Why is the Java 11 base Docker image so large? (openjdk:11-jre-slim)

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Why is the Java 11 base Docker image so large? (openjdk:11-jre-slim)

  1. Why is the Java 11 base Docker image so large? (openjdk:11-jre-slim)

    Alpine uses musl libc, as opposed to the standard glibc used by most Linuxes out there, which means that a JVM must be compatible with musl libc for supporting vanilla Alpine. The musl OpenJDK port is being developed under OpenJDK's Portola project.

  2. Why is the Java 11 base Docker image so large? (openjdk:11-jre-slim)

    Alpine uses musl libc, as opposed to the standard glibc used by most Linuxes out there, which means that a JVM must be compatible with musl libc for supporting vanilla Alpine. The musl OpenJDK port is being developed under OpenJDK's Portola project.

Solution 1

Why is alpine not used any more as a base image for Java 11 slim images?

That’s because, sadly, there is no official stable OpenJDK 11 build for Alpine currently.

Alpine uses musl libc, as opposed to the standard glibc used by most Linuxes out there, which means that a JVM must be compatible with musl libc for supporting vanilla Alpine. The musl OpenJDK port is being developed under OpenJDK’s Portola project.

The current status is summarized on the OpenJDK 11 page:

The Alpine Linux build previously available on this page was removed as of JDK 11 GA. It’s not production-ready because it hasn’t been tested thoroughly enough to be considered a GA build. Please use the early-access JDK 12 Alpine Linux build in its place.

The only stable OpenJDK versions for Alpine currently are 7 and 8, provided by the IcedTea project.

However – if you’re willing to consider other than the official OpenJDK, Azul’s Zulu OpenJDK offers a compelling alternative:

  • It supports Java 11 on Alpine musl (version 11.0.2 as of the time of writing);
  • It is a certified OpenJDK build, verified using the OpenJDK TCK compliance suite;
  • It is free, open source and docker ready (Dockerhub).

For support availability and roadmap, see Azul support roadmap.

Update, 3/6/19: As of yesterday, openjdk11 is available in Alpine repositories! It could be grabbed on Alpine using:

apk --no-cache add openjdk11

The package is based on the jdk11u OpenJDK branch plus ported fixes from project Portola, introduced with the following PR. Kudos and huge thanks to the Alpine team.

Why is the unstable sid version used for LTS Java images?

That’s a fair question / request. There’s actually an open ticket for providing Java 11 on a stable Debian release:
https://github.com/docker-library/openjdk/issues/237

Update, 26/12/18: The issue has been resolved, and now the OpenJDK 11 slim image is based on stretch-backports OpenJDK 11 which was recently made available (PR link).

Why is the slim/headless/JRE package for OpenJDK 11 so large compared to the similar OpenJDK 8 package? What is this modules file which brings 135 MB in OpenJDK 11?

Java 9 introduced the module system, which is a new and improved approach for grouping packages and resources, compared to jar files. This article from Oracle gives a very detailed introduction to this feature:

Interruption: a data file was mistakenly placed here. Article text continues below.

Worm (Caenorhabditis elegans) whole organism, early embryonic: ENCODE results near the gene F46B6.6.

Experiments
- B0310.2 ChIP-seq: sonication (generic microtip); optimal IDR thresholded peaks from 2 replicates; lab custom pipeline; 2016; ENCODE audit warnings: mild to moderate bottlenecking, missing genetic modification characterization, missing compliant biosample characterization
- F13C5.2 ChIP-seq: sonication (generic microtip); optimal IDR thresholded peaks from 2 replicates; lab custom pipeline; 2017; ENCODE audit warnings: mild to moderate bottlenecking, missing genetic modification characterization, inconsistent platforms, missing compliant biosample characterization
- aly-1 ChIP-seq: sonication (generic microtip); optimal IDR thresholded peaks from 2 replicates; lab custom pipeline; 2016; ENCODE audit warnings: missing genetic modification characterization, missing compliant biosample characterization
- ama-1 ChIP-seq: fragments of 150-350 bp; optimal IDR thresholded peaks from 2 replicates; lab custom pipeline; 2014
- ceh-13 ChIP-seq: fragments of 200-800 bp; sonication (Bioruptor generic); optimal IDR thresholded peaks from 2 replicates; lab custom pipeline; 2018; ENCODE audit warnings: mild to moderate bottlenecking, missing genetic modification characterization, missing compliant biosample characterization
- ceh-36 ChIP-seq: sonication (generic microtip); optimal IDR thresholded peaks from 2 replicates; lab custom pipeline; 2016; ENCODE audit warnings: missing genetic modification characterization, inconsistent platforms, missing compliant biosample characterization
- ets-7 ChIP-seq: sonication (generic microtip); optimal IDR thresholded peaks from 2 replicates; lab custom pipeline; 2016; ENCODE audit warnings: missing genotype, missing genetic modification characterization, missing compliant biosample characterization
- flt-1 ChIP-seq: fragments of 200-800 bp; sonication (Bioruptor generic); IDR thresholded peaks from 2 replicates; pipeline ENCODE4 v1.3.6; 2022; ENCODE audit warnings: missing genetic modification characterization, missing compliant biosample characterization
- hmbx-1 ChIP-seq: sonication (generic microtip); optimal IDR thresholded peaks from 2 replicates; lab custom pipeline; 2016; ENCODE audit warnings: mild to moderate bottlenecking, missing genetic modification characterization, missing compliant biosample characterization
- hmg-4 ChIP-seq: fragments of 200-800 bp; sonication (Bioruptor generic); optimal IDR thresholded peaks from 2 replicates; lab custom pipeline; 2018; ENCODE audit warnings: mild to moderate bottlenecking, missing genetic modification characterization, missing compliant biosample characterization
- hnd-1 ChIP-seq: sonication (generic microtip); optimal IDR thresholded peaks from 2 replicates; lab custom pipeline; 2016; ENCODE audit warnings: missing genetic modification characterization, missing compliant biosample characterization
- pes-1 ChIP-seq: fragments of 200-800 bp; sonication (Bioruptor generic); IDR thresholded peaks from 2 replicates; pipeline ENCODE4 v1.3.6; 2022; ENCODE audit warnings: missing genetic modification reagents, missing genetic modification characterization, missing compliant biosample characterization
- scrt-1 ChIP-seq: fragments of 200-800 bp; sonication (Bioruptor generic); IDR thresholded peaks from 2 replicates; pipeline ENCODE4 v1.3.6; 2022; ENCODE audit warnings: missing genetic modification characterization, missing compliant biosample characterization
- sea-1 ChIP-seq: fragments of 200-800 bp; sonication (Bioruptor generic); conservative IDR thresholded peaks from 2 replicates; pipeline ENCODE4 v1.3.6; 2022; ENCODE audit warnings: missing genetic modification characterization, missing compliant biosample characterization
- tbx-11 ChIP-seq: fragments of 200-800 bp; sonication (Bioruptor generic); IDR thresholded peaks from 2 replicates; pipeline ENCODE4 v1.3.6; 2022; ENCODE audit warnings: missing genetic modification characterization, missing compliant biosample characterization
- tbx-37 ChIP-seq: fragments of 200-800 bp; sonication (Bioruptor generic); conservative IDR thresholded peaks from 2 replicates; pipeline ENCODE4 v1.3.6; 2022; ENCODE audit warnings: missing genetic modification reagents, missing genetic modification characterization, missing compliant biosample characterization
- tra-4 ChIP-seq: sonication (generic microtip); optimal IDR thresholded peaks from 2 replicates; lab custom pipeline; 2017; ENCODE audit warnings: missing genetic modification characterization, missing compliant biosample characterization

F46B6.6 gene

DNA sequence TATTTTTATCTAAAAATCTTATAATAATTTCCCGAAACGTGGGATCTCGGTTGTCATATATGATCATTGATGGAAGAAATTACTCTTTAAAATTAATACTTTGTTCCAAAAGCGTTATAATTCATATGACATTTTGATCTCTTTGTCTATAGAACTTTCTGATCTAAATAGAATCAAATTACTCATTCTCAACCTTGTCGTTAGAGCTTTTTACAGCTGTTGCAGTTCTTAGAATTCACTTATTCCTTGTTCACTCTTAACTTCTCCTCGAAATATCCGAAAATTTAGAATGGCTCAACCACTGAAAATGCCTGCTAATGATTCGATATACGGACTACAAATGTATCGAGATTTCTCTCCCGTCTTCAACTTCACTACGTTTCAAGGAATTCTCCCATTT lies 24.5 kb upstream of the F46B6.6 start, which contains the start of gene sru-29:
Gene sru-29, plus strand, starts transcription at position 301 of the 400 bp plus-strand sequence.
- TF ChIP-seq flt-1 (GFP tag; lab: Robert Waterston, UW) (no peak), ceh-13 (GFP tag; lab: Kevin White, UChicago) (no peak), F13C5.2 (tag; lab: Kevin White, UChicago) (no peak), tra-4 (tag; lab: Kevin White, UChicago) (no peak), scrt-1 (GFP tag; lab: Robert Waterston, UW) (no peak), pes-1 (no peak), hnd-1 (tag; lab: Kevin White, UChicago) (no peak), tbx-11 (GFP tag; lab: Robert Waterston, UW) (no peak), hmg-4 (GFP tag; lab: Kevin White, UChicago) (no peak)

https://www.oracle.com/corporate/features/understanding-java-9-modules.html

The modules file bundles all modules shipped with the JRE. The complete list of modules could be printed with java --list-modules. modules is indeed a very large file, and as commented, it contains all standard modules, and it is therefore quite bloated.

One thing to note however is that it replaces rt.jar and tools.jar which became deprecated, among other things, so when accounting for the size of modules when comparing to pre-9 OpenJDK builds, the sizes of rt.jar and tools.jar should be subtracted (they should take up some 80MB combined).

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Original Author valiano Of This Content

Solution 2

If you are considering only Official Images and your target achievement is to use the smaller JRE image available, I would suggest you to look at the official OpenJDK image openjdk:11-jre-slim-buster which is just 69.2 MB.

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Original Author Davide Martorana Of This Content

Solution 3

as for 07.2019 https://adoptopenjdk.net/ has official Alpine support for Java 11:

However, modules (jmods, jlink) still shall be considered when one assembles minimal application.

Note: slim images don’t contain some modules (like java.sql) – they are excluded explicitly (https://github.com/AdoptOpenJDK/openjdk-docker/blob/21b8393b9c23f94d6921a56cce27b026537c6ca2/11/jdk/alpine/slim-java.sh#L233)

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Original Author Davide Martorana Of This Content

Solution 4

https://hub.docker.com/_/openjdk?tab=tags&page=1&name=11.0.7-jre-slim

in docker openjdk repository, slim jre 11 image is less than 70mb

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Original Author Javier Aviles Of This Content

Conclusion

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So This is all About This Tutorial. Hope This Tutorial Helped You. Thank You.

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Siddharth

I am an Information Technology Engineer. I have Completed my MCA And I have 4 Year Plus Experience, I am a web developer with knowledge of multiple back-end platforms Like PHP, Node.js, Python and frontend JavaScript frameworks Like Angular, React, and Vue.

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